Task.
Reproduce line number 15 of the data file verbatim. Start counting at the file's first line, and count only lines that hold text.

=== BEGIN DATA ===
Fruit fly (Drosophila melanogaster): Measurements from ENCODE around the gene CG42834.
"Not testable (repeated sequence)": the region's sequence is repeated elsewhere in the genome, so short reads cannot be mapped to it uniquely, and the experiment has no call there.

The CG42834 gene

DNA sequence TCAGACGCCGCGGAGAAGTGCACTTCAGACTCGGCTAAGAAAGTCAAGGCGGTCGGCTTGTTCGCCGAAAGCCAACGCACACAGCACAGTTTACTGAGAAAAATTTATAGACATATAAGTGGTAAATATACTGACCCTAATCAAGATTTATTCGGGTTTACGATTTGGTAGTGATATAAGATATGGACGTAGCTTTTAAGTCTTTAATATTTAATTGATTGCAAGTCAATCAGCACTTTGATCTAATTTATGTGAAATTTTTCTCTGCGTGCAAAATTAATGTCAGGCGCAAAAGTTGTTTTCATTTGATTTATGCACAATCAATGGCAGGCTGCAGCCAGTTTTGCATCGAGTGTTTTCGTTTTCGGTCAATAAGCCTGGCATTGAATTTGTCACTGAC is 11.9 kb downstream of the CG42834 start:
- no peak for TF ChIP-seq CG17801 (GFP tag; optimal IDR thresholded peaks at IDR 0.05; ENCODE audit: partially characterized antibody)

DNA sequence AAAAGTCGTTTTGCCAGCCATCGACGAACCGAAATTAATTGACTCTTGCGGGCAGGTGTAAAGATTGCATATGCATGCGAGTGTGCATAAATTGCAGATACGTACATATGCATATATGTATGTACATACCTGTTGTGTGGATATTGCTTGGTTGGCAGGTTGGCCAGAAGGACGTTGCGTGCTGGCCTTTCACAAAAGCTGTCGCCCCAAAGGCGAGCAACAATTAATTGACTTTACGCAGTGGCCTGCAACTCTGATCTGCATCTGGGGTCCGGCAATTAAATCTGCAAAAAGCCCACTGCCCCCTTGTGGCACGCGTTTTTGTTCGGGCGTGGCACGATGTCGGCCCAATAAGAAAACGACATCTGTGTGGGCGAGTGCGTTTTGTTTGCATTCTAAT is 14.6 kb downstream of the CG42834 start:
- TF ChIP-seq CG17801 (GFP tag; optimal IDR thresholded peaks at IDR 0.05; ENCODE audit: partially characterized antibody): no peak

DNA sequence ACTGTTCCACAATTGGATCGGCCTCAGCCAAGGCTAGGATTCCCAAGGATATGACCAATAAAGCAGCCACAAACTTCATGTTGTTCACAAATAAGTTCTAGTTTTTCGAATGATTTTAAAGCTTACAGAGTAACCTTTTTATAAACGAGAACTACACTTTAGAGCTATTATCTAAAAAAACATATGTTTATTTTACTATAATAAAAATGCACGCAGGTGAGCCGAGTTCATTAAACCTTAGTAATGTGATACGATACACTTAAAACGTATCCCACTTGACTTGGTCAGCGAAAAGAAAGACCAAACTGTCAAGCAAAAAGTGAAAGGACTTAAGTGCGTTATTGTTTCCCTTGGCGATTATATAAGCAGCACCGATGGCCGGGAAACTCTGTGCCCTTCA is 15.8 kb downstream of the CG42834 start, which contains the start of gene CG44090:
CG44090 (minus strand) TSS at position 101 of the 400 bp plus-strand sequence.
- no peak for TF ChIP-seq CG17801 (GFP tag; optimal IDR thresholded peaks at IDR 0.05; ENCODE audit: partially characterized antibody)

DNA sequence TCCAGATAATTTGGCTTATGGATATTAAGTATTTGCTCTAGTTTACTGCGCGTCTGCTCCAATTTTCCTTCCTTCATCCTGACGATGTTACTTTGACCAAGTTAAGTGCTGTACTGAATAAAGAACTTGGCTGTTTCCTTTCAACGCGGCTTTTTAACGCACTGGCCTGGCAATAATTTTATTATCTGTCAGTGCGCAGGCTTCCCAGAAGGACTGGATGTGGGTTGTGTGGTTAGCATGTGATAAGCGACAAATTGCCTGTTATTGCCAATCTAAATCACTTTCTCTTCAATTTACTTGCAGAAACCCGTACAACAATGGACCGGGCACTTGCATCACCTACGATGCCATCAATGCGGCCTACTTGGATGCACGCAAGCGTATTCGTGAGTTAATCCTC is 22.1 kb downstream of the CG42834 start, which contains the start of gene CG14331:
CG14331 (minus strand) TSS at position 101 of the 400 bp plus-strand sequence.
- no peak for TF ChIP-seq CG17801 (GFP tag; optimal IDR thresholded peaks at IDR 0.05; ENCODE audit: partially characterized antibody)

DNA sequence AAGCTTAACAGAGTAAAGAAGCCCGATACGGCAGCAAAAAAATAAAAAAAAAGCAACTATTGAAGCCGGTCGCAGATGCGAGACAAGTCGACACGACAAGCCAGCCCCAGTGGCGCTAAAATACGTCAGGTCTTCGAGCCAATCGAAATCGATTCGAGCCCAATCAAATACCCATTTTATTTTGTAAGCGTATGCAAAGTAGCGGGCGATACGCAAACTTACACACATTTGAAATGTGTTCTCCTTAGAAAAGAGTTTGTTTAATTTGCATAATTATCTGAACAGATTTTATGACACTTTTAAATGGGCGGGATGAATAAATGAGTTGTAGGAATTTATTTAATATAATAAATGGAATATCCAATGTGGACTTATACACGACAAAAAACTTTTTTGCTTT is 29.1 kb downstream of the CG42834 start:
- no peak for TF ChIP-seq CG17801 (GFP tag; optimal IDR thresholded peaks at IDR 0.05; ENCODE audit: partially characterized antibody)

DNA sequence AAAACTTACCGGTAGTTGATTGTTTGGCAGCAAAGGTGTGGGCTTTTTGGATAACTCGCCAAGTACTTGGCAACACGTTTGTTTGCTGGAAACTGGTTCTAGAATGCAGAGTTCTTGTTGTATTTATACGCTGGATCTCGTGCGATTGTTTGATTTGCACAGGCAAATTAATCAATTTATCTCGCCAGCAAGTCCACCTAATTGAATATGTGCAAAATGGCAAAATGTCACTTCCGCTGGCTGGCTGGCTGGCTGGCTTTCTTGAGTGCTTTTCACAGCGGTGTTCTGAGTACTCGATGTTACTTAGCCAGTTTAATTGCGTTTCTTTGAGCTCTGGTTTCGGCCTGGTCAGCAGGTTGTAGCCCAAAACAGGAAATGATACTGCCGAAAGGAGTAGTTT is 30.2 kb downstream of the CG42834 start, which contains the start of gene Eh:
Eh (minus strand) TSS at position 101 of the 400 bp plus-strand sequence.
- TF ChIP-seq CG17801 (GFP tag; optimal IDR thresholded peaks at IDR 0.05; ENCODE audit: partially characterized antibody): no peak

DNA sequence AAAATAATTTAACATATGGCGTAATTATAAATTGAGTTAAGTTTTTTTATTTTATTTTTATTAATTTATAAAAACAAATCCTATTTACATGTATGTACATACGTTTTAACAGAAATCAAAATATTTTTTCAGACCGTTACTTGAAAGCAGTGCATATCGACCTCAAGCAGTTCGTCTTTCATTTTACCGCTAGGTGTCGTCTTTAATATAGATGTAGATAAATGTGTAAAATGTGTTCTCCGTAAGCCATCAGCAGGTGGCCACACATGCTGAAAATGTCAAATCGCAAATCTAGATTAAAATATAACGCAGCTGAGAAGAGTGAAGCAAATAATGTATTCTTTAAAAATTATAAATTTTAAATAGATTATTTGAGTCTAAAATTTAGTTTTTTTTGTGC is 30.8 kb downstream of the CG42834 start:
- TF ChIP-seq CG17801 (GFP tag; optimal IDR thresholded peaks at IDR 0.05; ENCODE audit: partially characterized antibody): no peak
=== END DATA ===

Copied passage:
- no peak for TF ChIP-seq CG17801 (GFP tag; optimal IDR thresholded peaks at IDR 0.05; ENCODE audit: partially characterized antibody)